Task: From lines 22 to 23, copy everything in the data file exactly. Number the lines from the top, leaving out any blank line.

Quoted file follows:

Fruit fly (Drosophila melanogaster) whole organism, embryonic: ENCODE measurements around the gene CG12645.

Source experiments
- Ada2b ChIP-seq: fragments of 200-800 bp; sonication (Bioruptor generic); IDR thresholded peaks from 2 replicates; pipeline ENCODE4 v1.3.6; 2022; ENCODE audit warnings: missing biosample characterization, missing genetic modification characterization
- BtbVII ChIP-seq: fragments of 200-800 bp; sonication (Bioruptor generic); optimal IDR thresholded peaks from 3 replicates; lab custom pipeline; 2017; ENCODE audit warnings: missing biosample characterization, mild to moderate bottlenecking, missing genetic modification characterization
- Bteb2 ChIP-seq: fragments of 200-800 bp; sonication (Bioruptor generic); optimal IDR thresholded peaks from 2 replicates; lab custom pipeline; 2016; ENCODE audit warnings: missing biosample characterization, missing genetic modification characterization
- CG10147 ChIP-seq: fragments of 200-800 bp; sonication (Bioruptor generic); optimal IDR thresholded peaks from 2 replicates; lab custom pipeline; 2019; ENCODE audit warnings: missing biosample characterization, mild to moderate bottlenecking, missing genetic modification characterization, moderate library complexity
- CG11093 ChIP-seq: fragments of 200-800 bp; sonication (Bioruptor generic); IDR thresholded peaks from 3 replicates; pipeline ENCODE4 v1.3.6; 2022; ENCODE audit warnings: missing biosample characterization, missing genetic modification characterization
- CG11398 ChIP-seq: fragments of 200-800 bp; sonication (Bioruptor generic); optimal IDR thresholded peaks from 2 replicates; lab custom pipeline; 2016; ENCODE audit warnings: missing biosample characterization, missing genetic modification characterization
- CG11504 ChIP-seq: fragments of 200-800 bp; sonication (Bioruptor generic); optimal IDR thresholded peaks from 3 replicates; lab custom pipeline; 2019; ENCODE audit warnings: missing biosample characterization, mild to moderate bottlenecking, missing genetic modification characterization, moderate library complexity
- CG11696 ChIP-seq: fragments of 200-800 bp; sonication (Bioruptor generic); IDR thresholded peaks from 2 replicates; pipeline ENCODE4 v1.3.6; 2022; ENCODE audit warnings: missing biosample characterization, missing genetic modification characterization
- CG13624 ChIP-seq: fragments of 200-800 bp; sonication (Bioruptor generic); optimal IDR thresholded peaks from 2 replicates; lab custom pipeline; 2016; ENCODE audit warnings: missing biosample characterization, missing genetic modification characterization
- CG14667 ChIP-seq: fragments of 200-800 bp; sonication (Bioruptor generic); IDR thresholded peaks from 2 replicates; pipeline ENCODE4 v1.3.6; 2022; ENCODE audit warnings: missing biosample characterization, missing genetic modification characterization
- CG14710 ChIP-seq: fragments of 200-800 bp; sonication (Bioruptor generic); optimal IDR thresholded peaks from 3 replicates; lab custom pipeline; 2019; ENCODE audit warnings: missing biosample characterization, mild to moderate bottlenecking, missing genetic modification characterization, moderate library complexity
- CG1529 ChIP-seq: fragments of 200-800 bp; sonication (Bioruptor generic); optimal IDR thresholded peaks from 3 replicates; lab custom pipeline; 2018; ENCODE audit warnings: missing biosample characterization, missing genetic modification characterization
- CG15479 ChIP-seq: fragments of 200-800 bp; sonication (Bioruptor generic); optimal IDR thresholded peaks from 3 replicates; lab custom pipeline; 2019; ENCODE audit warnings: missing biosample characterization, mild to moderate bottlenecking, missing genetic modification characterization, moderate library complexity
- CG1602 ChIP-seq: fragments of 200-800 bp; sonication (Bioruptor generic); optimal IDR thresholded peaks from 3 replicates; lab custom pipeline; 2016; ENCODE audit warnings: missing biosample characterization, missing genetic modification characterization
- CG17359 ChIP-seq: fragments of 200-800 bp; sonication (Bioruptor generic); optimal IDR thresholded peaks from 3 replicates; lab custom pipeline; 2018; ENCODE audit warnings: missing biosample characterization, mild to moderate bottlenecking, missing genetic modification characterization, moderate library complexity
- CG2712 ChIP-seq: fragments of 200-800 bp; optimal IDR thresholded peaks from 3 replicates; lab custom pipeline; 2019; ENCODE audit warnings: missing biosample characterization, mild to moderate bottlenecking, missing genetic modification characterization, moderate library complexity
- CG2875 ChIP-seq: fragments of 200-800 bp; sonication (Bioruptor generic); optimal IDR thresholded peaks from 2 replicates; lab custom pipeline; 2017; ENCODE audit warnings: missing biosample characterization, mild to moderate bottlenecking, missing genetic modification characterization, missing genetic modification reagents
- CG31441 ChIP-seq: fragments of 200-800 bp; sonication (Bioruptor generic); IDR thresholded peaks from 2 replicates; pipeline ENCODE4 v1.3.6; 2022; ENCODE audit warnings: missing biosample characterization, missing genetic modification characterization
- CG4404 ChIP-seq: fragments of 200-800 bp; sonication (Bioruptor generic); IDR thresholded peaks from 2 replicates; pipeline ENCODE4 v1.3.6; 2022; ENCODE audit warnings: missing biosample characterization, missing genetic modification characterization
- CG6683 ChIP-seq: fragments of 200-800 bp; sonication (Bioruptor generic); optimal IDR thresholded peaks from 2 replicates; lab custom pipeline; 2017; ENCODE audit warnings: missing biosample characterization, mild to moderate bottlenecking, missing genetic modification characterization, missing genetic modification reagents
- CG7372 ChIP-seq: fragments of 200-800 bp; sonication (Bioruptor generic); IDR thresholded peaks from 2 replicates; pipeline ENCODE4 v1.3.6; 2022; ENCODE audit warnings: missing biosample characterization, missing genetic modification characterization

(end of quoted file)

- CG6683 ChIP-seq: fragments of 200-800 bp; sonication (Bioruptor generic); optimal IDR thresholded peaks from 2 replicates; lab custom pipeline; 2017; ENCODE audit warnings: missing biosample characterization, mild to moderate bottlenecking, missing genetic modification characterization, missing genetic modification reagents
- CG7372 ChIP-seq: fragments of 200-800 bp; sonication (Bioruptor generic); IDR thresholded peaks from 2 replicates; pipeline ENCODE4 v1.3.6; 2022; ENCODE audit warnings: missing biosample characterization, missing genetic modification characterization